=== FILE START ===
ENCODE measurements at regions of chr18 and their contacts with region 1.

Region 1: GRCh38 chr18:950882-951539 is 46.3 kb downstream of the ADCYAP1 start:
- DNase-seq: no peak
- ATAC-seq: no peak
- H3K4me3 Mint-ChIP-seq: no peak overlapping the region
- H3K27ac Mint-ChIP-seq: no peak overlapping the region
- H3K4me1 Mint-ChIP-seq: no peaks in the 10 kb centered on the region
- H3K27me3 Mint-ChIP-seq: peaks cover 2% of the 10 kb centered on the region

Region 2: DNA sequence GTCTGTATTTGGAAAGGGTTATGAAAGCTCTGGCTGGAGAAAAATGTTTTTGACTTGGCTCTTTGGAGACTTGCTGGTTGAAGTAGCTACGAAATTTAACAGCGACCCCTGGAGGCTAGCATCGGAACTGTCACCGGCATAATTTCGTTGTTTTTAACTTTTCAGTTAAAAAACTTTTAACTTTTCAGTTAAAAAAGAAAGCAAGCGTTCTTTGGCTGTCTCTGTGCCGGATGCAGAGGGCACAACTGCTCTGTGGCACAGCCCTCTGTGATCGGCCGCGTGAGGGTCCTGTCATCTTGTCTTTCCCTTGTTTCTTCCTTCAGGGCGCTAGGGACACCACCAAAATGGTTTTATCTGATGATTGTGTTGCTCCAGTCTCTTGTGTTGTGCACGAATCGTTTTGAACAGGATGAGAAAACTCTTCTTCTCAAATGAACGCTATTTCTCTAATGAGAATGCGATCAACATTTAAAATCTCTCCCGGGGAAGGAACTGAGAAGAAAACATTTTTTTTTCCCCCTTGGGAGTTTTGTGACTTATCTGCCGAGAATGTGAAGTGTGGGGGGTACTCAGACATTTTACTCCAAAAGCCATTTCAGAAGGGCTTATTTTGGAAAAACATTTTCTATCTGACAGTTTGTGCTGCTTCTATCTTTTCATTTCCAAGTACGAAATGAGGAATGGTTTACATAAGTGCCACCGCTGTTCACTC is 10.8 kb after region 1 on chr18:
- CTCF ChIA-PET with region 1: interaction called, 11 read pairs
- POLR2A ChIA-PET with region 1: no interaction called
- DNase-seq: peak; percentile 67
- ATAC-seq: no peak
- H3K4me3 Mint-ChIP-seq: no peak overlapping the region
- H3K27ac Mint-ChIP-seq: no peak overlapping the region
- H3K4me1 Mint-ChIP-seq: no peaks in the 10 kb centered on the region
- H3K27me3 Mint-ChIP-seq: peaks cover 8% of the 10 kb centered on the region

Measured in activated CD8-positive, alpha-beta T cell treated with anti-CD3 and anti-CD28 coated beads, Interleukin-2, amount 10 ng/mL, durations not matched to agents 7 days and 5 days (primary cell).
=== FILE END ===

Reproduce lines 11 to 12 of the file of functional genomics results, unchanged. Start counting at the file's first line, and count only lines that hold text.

- POLR2A ChIA-PET with region 1: no interaction called
- DNase-seq: peak; percentile 67